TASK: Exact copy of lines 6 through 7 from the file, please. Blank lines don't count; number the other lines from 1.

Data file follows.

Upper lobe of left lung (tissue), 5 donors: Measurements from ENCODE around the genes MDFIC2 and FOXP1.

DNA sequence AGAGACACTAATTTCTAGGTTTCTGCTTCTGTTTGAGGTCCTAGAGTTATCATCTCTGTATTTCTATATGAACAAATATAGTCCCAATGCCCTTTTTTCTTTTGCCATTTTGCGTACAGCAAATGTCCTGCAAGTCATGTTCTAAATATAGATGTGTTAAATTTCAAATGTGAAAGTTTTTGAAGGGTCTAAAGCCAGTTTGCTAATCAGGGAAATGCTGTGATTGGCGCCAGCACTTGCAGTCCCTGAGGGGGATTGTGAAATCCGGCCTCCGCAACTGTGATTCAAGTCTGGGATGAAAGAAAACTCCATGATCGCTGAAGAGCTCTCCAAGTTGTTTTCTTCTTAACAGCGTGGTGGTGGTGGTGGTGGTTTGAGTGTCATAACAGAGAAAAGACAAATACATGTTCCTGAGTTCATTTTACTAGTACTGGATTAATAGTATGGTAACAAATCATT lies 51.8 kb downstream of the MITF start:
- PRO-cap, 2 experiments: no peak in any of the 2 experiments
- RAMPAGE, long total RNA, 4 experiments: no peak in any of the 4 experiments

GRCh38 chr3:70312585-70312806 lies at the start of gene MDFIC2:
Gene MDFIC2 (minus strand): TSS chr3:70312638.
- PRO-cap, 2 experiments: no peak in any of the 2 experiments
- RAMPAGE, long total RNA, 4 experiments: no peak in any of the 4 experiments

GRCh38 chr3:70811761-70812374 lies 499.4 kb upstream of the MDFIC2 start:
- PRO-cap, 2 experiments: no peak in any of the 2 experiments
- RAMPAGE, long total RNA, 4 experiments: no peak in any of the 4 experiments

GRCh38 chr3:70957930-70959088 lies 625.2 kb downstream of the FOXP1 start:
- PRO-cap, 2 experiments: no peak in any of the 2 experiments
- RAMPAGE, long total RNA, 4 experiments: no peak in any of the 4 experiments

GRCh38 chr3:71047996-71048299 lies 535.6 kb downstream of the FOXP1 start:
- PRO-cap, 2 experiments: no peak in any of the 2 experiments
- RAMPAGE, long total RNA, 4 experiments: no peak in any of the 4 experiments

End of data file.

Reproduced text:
Gene MDFIC2 (minus strand): TSS chr3:70312638.
- PRO-cap, 2 experiments: no peak in any of the 2 experiments